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An exquisitely gentle film, on its surface Wim Wenders’s ‘Lisbon Story’ is the simple, meandering tale of Philip Winter, a sound recordist who travels to Lisbon to work on his friend Friedrich’s film. When Philip arrives, however, the film’s director is nowhere to be found. For three weeks, Philip wanders about, recording the sounds of the city; meeting a group of youngsters who are fascinated by his vocation, as well as the world-famous Portuguese musical group Madredeus, who are recording songs for Friedrich’s film.
But the film is a complex, powerful paean to filmmaking and a consideration of the perennial question: What is cinema? The film’s story revolves around a vacuum - the absent director and so the missing image – while the other elements swirl around it, waiting to offer support. These elements include sound (Philip’s recordings) and music (the work of Madredeus), but also various musings on the nature of cinema, including a wonderful monologue delivered by esteemed Portuguese director Manoel de Oliveira in which he claims cinema as a tool of memory – even if memory is itself an illusion.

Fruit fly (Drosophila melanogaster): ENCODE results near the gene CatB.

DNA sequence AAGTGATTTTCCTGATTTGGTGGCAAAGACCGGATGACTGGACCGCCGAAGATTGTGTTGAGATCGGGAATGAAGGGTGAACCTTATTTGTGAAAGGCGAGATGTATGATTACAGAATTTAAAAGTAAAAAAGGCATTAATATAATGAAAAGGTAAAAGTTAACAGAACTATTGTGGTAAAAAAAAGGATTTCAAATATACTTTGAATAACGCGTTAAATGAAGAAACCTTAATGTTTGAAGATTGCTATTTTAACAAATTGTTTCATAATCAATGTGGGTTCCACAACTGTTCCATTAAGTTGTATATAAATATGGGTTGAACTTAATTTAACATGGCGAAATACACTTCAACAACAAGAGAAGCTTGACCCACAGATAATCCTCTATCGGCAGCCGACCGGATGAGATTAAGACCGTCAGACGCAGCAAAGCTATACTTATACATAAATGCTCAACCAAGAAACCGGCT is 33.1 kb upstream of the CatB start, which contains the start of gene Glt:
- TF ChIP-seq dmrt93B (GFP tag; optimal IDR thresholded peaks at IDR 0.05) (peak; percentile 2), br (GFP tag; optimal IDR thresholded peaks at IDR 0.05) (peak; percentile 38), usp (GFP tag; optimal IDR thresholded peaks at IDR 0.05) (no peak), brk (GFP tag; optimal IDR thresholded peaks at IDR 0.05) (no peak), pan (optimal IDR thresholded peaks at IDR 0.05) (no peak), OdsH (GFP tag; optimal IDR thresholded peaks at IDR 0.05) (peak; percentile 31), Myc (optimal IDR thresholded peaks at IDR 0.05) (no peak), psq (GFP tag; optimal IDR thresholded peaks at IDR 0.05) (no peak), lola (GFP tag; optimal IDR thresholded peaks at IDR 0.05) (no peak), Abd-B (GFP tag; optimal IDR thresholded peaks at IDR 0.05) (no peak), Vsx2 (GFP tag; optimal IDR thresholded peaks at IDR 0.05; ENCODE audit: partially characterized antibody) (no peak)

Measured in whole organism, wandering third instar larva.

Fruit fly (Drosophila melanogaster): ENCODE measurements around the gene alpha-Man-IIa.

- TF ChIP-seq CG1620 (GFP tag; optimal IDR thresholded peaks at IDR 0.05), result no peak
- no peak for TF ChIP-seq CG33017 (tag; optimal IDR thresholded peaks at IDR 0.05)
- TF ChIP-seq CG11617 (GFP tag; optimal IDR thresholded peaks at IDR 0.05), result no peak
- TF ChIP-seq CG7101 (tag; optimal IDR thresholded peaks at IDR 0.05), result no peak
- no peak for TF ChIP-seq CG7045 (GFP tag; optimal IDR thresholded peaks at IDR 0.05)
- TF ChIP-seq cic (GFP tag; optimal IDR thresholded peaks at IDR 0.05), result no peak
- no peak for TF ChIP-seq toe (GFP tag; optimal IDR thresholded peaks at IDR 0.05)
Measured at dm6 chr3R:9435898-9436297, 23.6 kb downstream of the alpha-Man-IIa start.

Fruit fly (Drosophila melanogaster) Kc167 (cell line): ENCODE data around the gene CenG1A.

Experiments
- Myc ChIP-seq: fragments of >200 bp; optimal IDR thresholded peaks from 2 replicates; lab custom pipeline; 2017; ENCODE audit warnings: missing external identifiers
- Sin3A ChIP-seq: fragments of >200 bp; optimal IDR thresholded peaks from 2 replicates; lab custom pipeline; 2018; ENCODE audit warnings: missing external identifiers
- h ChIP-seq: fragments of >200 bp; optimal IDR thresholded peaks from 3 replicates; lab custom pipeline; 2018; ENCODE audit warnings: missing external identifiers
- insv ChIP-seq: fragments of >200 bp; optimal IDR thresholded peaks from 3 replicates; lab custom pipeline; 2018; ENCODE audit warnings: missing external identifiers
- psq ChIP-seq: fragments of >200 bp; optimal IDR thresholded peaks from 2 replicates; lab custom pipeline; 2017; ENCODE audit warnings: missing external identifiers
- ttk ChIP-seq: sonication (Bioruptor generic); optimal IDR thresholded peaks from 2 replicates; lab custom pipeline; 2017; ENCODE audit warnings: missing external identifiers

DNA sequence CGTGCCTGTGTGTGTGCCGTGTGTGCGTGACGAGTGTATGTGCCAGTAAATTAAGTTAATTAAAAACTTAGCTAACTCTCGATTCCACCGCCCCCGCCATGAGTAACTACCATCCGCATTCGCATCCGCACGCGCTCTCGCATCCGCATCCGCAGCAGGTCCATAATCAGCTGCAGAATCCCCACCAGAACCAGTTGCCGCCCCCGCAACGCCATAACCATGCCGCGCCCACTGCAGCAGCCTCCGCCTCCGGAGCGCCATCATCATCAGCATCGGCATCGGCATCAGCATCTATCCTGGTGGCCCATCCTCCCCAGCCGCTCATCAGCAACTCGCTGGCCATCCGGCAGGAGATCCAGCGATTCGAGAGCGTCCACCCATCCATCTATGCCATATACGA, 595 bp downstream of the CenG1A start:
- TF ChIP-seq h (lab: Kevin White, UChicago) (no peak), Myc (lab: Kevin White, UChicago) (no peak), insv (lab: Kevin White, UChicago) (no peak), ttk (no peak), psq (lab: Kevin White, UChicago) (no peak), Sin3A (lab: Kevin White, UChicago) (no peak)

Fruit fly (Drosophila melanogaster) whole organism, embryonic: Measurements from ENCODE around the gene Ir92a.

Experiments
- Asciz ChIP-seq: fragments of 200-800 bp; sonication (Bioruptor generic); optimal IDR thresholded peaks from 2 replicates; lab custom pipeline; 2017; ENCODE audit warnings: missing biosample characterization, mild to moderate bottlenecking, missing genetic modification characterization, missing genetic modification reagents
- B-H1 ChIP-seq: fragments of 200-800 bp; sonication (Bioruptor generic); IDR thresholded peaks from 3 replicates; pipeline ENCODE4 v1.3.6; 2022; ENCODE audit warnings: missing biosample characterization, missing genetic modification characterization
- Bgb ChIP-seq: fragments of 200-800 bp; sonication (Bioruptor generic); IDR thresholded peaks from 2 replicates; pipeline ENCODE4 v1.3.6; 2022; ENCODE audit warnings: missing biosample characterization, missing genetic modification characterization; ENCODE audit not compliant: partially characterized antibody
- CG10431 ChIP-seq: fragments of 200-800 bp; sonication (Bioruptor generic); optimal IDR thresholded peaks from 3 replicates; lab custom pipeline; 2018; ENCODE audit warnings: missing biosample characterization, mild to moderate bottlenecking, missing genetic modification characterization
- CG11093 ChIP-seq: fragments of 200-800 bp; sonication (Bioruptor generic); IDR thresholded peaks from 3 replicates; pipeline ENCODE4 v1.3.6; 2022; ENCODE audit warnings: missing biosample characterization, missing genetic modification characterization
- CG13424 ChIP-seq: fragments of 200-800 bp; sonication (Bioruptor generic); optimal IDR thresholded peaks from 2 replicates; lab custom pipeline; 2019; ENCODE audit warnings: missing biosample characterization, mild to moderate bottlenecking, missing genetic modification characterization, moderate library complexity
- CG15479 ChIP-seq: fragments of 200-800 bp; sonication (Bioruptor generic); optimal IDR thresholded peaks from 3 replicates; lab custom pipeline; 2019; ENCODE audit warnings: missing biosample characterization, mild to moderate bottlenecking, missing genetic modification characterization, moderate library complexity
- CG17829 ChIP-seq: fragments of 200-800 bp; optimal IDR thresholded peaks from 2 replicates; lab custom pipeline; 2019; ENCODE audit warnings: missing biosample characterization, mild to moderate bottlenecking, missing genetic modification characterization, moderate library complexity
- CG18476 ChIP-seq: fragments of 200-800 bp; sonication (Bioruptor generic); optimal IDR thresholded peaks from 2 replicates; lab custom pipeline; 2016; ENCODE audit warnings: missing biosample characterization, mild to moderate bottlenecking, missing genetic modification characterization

As well, Wenders inflects his films with reminders of other cinematic greats, from tributes to the physical humour of Charlie Chaplin and Jacques Tati to the suggestive image/sound combinations of Alfred Hitchcock and Bernard Herrmann; from the existential doubts of Michelangelo Antonioni’s L’ Avventura’ to the professional doubts of Federico Fellini’s ‘8 1/2’. In the end, ‘Lisbon Story’ is a film that offers great satisfaction by putting the ‘moving’ back in ‘moving image’.